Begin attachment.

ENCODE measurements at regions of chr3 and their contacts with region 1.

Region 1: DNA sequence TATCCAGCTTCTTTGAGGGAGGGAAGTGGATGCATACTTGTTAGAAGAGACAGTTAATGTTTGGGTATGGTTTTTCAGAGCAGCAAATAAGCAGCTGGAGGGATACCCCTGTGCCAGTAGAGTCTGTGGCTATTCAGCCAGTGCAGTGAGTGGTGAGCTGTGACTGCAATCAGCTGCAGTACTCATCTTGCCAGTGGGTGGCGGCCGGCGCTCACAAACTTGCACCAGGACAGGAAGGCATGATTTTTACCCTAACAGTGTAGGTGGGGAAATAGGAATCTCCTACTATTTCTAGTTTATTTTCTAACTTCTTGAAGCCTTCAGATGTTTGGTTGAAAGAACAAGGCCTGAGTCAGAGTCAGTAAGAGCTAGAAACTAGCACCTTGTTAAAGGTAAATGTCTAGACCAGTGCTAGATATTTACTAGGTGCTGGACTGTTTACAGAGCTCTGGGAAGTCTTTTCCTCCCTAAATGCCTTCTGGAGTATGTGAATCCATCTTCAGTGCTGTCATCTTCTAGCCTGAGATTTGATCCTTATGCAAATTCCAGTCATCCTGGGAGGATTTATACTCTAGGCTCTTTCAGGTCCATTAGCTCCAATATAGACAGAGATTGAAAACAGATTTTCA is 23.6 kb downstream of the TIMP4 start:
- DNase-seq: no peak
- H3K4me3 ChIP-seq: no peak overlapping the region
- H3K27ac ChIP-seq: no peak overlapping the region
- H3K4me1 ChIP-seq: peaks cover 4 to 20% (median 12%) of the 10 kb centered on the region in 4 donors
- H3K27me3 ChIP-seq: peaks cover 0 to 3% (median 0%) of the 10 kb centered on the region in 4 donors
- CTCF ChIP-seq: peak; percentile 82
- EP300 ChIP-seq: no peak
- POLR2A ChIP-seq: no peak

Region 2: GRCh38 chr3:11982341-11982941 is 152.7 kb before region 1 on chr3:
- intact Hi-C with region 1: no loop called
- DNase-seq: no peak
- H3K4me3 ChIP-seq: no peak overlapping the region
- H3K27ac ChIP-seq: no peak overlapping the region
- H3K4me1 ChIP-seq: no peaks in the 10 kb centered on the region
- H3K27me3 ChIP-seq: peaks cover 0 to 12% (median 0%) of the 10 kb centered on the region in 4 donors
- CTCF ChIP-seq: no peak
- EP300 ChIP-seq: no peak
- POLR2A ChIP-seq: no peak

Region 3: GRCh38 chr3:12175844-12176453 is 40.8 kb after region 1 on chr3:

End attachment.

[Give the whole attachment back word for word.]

ENCODE measurements at regions of chr3 and their contacts with region 1.

Region 1: DNA sequence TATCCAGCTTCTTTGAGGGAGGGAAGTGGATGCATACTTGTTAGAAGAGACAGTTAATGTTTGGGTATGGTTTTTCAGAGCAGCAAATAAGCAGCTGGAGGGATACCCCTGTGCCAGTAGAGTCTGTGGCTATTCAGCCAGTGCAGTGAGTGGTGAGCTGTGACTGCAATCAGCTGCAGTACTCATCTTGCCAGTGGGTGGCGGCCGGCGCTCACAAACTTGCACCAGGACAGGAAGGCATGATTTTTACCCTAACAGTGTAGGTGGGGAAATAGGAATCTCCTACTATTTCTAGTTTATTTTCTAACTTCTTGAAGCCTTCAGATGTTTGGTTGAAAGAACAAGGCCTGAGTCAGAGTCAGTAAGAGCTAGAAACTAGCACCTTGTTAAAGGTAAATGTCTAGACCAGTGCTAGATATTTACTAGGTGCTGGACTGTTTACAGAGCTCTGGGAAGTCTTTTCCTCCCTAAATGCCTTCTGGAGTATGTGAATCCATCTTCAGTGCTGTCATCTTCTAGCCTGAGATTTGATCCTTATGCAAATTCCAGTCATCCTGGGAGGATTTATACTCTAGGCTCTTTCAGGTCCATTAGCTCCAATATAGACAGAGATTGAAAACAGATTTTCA is 23.6 kb downstream of the TIMP4 start:
- DNase-seq: no peak
- H3K4me3 ChIP-seq: no peak overlapping the region
- H3K27ac ChIP-seq: no peak overlapping the region
- H3K4me1 ChIP-seq: peaks cover 4 to 20% (median 12%) of the 10 kb centered on the region in 4 donors
- H3K27me3 ChIP-seq: peaks cover 0 to 3% (median 0%) of the 10 kb centered on the region in 4 donors
- CTCF ChIP-seq: peak; percentile 82
- EP300 ChIP-seq: no peak
- POLR2A ChIP-seq: no peak

Region 2: GRCh38 chr3:11982341-11982941 is 152.7 kb before region 1 on chr3:
- intact Hi-C with region 1: no loop called
- DNase-seq: no peak
- H3K4me3 ChIP-seq: no peak overlapping the region
- H3K27ac ChIP-seq: no peak overlapping the region
- H3K4me1 ChIP-seq: no peaks in the 10 kb centered on the region
- H3K27me3 ChIP-seq: peaks cover 0 to 12% (median 0%) of the 10 kb centered on the region in 4 donors
- CTCF ChIP-seq: no peak
- EP300 ChIP-seq: no peak
- POLR2A ChIP-seq: no peak

Region 3: GRCh38 chr3:12175844-12176453 is 40.8 kb after region 1 on chr3: